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(Way Too) OpenSMTPD: An overview of CVE-2020-7247

February 10, 2020 by ATI Blog Team

Introduction

OpenSMTPD is an open-source project started and mainly developed by the OpenBSD team. It implements the SMTP (simple mail transfer protocol), giving you the ability to either exchange mails on the same host or relay them to another mail server. It is also available in a portable form to be used on various Unix-like systems (including MacOS) and actively maintained.

A remote command injection vulnerability was recently discovered in OpenSMTPD, introduced by a commit made in May 2018. The issue is the lack of user input sanitization when processing either MAIL FROM or RCPT TO commands and it affects all the versions before release 6.6.2. Moreover, the exploitation does not require any form of authentication and it completely compromises the machine hosting the MTA, since by default the daemon runs with elevated privileges. 

Impact

Trying to gauge the impact of CVE-2020-7247, Shodan and Censys searches reveal between 2,500 and 3,600 potentially vulnerable devices online, a couple of them being owned by large web services providers such as Digital Ocean and OVH. 

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Exploit Analysis

The exploit first checks for the SMTP server’s banner. If it can identify it as an OpenSMTPD instance, it proceeds with the messages required to send a mail. The exploit won’t succeed if the full sequence of HELO, MAIL FROM:, RCPT TO:, DATA, and QUIT messages is not completed. The malicious payload is inserted in the MAIL FROM: command and it is limited to 64 characters by the daemon’s implementation, a limitation that the attacker can overcome by providing the extra payload in the body of the mail and giving it as a parameter in one of the vulnerable types of messages mentioned above. Variants of this attack include the malicious payload in the RCPT TO: command as well.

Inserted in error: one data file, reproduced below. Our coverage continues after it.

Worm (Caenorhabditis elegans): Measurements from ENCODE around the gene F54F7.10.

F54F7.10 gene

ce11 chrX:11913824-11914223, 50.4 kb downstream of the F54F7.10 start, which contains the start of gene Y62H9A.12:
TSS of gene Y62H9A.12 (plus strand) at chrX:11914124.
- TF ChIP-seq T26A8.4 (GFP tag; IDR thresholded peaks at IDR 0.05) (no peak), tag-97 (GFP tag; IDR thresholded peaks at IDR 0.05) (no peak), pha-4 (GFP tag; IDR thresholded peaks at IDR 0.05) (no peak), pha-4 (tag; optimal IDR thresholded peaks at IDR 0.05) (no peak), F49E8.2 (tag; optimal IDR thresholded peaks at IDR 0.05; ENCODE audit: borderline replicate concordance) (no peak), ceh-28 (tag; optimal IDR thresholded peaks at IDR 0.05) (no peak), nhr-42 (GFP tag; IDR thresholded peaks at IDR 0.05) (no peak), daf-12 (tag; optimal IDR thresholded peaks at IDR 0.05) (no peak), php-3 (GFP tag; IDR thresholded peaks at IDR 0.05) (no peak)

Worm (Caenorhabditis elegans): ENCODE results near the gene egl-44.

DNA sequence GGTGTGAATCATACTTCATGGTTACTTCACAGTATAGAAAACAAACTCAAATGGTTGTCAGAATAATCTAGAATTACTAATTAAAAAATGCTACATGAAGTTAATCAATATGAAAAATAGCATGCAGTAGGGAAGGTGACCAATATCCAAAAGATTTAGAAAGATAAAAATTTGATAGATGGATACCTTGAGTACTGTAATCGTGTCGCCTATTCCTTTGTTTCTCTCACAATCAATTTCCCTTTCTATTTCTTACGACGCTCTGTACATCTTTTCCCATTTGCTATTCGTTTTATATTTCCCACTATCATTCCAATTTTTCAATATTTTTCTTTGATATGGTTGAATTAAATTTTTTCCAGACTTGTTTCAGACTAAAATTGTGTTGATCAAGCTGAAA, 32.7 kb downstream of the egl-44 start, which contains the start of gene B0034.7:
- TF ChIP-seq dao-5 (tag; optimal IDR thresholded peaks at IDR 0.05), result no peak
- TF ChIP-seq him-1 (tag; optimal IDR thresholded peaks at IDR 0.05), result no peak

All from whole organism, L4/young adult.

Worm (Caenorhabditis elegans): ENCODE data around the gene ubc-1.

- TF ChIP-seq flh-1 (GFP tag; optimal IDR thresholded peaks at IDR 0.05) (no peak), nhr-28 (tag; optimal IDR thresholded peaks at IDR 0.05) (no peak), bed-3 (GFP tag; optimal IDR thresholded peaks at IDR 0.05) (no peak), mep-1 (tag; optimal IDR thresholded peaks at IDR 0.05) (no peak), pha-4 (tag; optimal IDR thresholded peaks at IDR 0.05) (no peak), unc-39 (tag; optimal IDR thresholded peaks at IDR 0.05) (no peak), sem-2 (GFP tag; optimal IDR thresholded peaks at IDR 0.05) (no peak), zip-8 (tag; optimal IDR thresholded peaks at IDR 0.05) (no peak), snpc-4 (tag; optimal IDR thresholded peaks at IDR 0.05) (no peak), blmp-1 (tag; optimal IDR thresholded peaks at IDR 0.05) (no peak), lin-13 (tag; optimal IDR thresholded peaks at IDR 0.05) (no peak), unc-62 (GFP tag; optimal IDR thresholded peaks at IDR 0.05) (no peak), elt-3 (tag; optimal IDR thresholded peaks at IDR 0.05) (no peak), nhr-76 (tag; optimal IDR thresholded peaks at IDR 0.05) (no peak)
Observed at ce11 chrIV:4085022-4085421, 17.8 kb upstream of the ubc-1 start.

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As a result, a detection device should look for specific characters ( ‘(’, ‘)’, ‘<’, ‘>’ ‘,’ ‘;’) in  the MAIL FROM  or RCPT TO commands. Any message containing this kind of traffic pattern should be considered suspicious. 

Timeline

  1. [May 2018] Vulnerability introduced in May 2018
  2. Qualys finds the vulnerability and informs the OpenBSD team
  3. [28th Jan 2020] The development team develops a patch and creates a new release that fixes the issue
  4. [29th Jan 2020] An article was published on the Full Disclosure Mailing List, describing the issue and detailing the means of exploitation
  5. Full exploit quickly follows the next day, published on ExploitDB 

We have developed a strike for CVE-2020-7247 that is available starting with the latest BreakingPoint ATI Strikepack. 

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